Yes, fear drowns out our desires and passions–those delicious yearnings and stirrings inside us that pull on us and guide us towards lives of pleasure, passion, and deep connection.
In short, we can imagine ourselves out of the very adventure of being alive.
So here’s what I’ve done to change the pattern:
I examined my thinking. I identified the thoughts fueling my fears and gently questioned them, looking for the truth.
Is it true I’m going to fall, get stuck, trip, loose my footing, crash, die?
What would this experience be like without the belief that I’m going to get hurt or die?
Can I think of instances where I or others did these things safely?
I worked through my scary stories just like that, one by one. The truth was always safer and kinder than my imagination was.
I calmed myself with mind-body tools. I did my heartbreathing exercise until I could imagine myself in a situation involving heights and then gently and efficiently bring myself back to a calm state. I breathed consciously in moments of challenge. I visualized myself being calm and confident in scary situations. I grounded myself over and over. (email [email protected] if you want an mp3 and a worksheet guiding you through the exercise.)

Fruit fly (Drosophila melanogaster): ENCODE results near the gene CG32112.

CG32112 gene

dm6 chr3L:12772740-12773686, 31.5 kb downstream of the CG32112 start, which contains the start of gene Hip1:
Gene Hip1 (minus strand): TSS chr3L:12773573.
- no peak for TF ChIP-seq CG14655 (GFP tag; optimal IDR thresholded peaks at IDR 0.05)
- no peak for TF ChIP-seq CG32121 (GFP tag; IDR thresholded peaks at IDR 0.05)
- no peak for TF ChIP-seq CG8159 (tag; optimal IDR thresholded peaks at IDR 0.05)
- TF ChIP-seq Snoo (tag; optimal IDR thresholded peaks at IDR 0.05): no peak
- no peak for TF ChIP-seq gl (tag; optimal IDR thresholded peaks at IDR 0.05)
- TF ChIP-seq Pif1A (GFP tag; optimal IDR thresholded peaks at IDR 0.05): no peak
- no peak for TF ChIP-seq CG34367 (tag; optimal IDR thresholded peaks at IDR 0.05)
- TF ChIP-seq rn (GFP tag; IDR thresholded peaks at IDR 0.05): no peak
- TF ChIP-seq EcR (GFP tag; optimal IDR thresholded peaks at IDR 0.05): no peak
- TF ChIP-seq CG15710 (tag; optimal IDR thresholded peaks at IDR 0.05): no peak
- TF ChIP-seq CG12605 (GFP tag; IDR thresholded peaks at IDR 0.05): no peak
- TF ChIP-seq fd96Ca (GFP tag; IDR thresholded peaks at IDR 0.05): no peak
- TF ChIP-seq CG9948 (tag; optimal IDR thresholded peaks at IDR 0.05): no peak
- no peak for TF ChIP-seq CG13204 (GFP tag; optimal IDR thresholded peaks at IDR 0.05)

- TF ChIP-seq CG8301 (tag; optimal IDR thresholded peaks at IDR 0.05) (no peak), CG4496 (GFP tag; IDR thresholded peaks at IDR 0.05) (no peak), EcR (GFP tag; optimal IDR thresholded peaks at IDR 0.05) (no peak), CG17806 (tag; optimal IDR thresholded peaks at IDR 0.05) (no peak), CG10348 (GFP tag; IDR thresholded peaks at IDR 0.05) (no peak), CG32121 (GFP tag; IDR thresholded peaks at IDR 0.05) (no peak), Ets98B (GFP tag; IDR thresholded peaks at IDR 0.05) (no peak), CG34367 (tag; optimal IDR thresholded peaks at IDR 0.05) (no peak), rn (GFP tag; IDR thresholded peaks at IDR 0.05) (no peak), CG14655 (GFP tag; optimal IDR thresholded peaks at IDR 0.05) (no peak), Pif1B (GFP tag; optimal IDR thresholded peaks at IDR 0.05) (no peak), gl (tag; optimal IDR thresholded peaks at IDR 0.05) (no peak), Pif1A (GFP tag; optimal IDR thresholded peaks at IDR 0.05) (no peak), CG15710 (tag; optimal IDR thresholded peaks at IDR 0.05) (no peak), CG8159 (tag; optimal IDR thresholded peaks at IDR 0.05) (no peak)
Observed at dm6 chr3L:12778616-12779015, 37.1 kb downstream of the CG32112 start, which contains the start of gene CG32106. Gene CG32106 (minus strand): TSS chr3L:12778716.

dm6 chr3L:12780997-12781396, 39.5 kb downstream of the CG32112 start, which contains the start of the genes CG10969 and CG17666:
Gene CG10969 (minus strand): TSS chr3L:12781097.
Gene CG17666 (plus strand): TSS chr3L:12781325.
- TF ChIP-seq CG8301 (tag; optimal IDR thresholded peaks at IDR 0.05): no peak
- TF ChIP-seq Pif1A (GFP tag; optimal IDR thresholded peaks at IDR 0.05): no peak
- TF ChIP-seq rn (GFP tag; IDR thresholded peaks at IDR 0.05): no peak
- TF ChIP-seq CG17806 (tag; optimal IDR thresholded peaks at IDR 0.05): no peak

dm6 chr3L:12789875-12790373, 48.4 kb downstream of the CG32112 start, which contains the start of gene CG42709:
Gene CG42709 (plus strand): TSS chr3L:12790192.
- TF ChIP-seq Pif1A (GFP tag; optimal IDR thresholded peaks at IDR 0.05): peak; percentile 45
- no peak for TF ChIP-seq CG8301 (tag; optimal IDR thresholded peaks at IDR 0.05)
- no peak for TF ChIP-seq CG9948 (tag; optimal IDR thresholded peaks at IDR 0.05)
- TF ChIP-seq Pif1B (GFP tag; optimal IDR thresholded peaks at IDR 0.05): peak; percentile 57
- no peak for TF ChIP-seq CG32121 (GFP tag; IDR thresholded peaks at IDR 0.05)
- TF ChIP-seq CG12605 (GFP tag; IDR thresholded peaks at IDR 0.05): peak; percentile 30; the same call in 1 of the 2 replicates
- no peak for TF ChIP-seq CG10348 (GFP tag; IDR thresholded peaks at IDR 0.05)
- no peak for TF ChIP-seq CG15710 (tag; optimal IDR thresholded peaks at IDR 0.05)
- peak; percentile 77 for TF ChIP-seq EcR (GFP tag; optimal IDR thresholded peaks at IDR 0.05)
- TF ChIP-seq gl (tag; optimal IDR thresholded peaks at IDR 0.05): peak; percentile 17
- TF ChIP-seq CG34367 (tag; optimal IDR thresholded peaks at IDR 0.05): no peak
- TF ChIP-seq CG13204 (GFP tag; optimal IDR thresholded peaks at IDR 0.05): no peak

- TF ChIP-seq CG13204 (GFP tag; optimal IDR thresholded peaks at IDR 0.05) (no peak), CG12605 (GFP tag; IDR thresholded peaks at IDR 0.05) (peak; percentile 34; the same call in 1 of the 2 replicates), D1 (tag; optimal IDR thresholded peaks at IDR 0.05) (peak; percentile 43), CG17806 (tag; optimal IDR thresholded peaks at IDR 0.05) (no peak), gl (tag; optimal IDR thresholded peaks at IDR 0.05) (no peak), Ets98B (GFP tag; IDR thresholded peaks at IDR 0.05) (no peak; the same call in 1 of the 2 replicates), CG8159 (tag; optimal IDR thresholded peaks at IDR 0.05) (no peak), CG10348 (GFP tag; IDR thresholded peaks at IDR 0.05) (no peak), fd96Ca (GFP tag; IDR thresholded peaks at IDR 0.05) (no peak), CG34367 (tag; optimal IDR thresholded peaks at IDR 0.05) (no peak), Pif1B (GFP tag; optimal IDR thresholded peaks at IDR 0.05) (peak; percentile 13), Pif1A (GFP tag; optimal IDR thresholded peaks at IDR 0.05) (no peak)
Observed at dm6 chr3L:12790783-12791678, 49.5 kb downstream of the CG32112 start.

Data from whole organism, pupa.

I felt the fear and did it anyway. I remembered what Darren Taylor, a/k/a Professor Splash a professional stunt diver, once told me about his fear of diving off an 80-foot platform into a tiny, shallow vat of water. “Hell, yes, I’m afraid. I just do it anyway.”